Free Falling . . . The Fine Art of Drop Offs (PDF)
From the staff at the Trials Training Center
Trials Competition News, Fall, 2004
Ok, smart guy, you got up on that big rock, now how you gonna get down? You say you’ve had those teeth all your life and want to keep them? You better have mastered the fine art of drop offs! Lucky you read all about it in Trials Comp.
For all the attention we devote to getting up obstacles, it’s important to remember that every trial has an equal amount of riding devoted to going down. Oftentimes, a descent off an obstacle is followed by an immediate turn or another obstacle, so that control during and after a drop off is critical to setting up the next subsection.
Drop offs fall into three broad categories, depending upon how one goes about riding off:
- There is the “rock-off” in which you can allow the skid plate to contact the edge, followed by smoothly easing the bike down
- There is the “roll-off” without hitting the skid plate, in which you apply a small amount of lift to the front end so that the skid plate clears without touching, but you still drop the front wheel first
- There is the “wheelie-drop” in which you lift the front into the air and land rear wheel first.
If the drop is sloped and the run-out is not too abrupt at the bottom, then it is often possible to ease the bike off while using the skid plate for balance and control. This only works if the edge of the drop off is level and secure; a slope or uneven edge will pitch you to one side an may cause a dab or worse. Have your butt pressing on the fender to be sure that your weight is back. Brakes should be eased on (not jerky), front wheel straight and firm. Roll the front wheel off to the point where the skid plate makes contact with a firm grip on the bars. The firm grip is often needed to keep the front wheel from flopping to one side. Rock the bike as needed to ease the bike forward to the point where one more little scoot gets you started off. When you hit bottom, cushion with the arms but keep a firm grip on the bars in case unlevel ground makes the wheel tend to twist.
If the drop off edge is not level or uneven or if the drop off is undercut, then it is not possible to rock off the skid plate and you will need to roll off smoothly while keeping the skid plate away from the edge. This will require a little knee-dip to load the front suspension followed by a lift to pick the front up just enough to set the front wheel out away from the edge and make the skid plate clear. The weight goes forward to load the front suspension, then back to lift the front wheel and push the bike from beneath you. If there is an immediate turn or obstacle following the drop off, you should have a spot picked out to aim with the front wheel so that you can get on the brakes immediately upon landing.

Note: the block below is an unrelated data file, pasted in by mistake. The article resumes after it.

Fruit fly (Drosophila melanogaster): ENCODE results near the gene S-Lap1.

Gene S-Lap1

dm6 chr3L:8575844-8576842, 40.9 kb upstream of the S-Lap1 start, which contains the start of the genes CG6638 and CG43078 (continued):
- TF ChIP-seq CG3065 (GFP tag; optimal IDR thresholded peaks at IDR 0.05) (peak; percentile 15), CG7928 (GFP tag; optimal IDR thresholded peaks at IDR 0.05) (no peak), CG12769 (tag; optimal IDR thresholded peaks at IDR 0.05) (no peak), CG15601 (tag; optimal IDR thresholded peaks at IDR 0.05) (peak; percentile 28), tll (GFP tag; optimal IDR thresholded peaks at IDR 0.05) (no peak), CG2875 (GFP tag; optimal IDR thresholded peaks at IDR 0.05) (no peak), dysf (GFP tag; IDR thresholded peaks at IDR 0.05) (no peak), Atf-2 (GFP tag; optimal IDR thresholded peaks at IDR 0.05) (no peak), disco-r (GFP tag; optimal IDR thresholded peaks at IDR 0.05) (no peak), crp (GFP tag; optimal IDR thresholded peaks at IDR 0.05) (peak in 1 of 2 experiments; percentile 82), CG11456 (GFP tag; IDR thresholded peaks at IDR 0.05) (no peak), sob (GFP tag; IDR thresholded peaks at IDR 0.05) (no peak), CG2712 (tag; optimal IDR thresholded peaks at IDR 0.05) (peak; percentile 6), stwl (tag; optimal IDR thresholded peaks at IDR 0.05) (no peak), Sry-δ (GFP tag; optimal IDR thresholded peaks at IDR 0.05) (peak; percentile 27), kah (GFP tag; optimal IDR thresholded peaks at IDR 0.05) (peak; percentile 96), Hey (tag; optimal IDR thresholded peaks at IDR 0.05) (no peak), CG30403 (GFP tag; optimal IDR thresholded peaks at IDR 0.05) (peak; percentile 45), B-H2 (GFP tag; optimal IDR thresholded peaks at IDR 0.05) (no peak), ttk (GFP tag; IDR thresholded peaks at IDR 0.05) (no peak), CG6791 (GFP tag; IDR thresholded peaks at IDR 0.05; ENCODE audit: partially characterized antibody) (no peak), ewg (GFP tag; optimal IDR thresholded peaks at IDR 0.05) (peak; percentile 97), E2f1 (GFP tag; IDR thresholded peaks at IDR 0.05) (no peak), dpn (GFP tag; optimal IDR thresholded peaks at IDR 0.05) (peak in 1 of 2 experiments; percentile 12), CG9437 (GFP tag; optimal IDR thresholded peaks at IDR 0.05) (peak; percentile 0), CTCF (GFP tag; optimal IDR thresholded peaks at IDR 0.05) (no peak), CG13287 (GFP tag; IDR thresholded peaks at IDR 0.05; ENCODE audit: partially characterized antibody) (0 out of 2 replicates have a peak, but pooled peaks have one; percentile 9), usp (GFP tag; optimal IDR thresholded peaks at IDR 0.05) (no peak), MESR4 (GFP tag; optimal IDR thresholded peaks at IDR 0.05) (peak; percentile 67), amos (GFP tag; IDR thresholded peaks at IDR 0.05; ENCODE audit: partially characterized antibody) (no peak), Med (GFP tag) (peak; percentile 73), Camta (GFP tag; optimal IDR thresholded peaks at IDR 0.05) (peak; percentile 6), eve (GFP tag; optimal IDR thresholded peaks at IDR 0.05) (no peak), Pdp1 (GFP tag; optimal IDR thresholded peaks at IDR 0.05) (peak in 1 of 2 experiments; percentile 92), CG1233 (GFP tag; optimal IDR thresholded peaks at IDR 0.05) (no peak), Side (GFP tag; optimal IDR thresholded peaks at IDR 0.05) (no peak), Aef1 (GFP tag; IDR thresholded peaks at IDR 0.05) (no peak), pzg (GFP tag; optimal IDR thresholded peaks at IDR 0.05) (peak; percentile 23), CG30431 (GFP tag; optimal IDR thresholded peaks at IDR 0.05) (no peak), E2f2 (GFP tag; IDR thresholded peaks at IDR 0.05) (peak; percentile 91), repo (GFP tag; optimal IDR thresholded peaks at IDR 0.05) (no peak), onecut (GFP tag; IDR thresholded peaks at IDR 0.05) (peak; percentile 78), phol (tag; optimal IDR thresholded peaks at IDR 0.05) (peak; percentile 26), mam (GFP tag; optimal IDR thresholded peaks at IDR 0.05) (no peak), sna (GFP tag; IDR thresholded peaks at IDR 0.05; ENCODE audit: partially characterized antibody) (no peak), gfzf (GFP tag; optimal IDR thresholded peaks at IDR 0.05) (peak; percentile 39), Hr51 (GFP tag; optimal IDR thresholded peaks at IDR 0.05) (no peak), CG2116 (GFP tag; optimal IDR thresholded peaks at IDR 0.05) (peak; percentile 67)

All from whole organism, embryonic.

If the drop off is steep or the landing severe, then you will need to do a wheelie drop with a rear wheel first landing. Approach the edge slowly and do a nice slow knee-dip wheelie with a minimum of throttle and lots of pressure on the back wheel. It is very important to do this with suspension and body weight with a minimum of throttle if the traction is poor or if you need to immediately stop after the drop. Carry the wheelie just off the edge so that the bike lands rear wheel first and keep your knees flexible so you can absorb the impact with your legs. You’ve got to be committed and confident.
Find some good safe spots to practice each of these techniques. For the roll off, practice putting the front wheel in a precise spot, and try to make a sharp turn immediately after to see how hard you can push the brakes. This is also a good spot to work on nose wheelie turns. For the wheelie drop, practice in a spot with a nice smooth landing. It doesn’t have to be high to practice the technique correctly.
With these tips and a bit of practice, you can free fall without fear of flopping!
See all the TTC Videos on the Trials Training Center YouTube Channel.